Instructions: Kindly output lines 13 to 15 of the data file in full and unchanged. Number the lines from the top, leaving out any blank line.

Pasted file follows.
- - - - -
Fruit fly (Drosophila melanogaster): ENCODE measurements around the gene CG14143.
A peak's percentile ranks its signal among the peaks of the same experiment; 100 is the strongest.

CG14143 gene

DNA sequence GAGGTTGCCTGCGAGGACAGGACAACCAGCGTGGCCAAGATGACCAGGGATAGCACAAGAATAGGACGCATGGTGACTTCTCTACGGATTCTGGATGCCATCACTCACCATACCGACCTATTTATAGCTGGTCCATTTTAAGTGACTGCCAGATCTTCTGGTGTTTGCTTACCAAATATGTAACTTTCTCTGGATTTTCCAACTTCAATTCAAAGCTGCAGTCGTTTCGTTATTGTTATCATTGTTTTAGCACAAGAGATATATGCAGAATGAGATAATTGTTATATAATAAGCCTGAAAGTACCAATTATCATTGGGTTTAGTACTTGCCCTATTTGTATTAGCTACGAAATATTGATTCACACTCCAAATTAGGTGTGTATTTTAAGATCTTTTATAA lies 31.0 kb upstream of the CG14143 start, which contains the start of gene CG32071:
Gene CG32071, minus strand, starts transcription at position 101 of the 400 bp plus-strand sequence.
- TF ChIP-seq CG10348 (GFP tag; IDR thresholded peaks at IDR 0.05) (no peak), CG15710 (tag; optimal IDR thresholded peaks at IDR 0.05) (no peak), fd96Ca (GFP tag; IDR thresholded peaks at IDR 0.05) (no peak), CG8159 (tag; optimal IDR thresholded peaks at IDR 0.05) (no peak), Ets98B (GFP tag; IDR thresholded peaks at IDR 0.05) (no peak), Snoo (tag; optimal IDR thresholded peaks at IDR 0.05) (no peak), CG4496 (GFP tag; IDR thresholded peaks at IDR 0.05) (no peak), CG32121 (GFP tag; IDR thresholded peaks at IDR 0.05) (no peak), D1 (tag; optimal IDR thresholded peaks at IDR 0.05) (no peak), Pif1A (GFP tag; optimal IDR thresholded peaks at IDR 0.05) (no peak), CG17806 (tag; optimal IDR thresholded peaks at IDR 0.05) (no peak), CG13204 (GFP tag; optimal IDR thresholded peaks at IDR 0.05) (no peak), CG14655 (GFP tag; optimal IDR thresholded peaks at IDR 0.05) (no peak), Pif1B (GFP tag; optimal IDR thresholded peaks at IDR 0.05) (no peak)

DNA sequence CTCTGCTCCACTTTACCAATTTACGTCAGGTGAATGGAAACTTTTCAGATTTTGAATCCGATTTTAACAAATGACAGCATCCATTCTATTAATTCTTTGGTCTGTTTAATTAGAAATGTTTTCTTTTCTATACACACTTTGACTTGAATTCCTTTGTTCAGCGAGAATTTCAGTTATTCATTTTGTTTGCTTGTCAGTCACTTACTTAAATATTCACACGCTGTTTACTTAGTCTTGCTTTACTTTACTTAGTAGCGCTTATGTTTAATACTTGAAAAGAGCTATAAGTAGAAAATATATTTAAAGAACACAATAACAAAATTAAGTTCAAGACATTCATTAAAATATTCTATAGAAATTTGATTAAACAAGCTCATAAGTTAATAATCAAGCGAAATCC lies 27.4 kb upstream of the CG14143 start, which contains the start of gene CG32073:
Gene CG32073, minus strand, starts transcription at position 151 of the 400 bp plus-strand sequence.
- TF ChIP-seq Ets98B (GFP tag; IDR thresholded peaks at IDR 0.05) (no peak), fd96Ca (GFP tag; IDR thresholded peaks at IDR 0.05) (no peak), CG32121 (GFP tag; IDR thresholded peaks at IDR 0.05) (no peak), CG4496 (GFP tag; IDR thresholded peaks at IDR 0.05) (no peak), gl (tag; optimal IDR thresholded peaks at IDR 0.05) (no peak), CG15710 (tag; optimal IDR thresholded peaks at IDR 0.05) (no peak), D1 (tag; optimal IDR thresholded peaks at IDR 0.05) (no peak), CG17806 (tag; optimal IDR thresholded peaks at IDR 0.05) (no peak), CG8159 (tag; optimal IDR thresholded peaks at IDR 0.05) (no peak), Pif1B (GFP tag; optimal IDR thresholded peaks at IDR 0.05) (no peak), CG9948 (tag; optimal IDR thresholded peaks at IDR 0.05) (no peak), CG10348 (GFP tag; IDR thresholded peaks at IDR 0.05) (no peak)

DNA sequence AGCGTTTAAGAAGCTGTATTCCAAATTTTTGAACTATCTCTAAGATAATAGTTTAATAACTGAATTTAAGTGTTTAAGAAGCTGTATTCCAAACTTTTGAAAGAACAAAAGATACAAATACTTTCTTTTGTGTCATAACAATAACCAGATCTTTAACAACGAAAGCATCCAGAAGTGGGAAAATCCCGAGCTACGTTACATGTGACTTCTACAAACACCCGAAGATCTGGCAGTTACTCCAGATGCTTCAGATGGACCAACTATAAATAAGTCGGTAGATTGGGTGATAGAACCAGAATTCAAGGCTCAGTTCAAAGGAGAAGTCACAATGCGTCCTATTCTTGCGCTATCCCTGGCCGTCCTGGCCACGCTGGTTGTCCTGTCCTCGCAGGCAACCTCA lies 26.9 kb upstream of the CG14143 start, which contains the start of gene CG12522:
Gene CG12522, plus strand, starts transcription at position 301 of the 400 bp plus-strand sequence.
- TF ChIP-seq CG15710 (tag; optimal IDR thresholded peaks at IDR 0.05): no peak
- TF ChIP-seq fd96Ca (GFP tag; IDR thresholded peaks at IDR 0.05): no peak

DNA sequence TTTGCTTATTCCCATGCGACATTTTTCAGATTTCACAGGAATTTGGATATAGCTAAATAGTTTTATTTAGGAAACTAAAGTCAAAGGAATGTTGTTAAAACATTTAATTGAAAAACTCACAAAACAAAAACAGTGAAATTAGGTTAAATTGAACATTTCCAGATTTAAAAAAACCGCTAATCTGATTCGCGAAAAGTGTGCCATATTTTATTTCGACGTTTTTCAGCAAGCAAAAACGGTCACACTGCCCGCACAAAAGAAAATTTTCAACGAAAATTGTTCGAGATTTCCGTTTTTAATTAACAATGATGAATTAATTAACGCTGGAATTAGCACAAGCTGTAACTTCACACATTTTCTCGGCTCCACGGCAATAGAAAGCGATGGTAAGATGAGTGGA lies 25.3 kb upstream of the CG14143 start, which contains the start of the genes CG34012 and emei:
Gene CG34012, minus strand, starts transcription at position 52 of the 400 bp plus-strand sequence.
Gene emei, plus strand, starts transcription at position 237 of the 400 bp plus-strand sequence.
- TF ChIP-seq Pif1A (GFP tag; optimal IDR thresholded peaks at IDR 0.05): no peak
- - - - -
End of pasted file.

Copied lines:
- TF ChIP-seq fd96Ca (GFP tag; IDR thresholded peaks at IDR 0.05): no peak

DNA sequence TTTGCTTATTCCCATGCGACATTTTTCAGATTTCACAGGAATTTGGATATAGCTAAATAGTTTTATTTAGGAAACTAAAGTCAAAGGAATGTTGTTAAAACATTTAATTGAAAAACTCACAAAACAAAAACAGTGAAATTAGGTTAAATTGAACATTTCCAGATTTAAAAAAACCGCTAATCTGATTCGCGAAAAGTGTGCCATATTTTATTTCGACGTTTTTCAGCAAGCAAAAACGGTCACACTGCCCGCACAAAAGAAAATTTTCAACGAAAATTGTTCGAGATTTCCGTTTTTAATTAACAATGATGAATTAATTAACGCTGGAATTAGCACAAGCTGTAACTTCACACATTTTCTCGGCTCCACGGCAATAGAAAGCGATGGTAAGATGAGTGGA lies 25.3 kb upstream of the CG14143 start, which contains the start of the genes CG34012 and emei:
Gene CG34012, minus strand, starts transcription at position 52 of the 400 bp plus-strand sequence.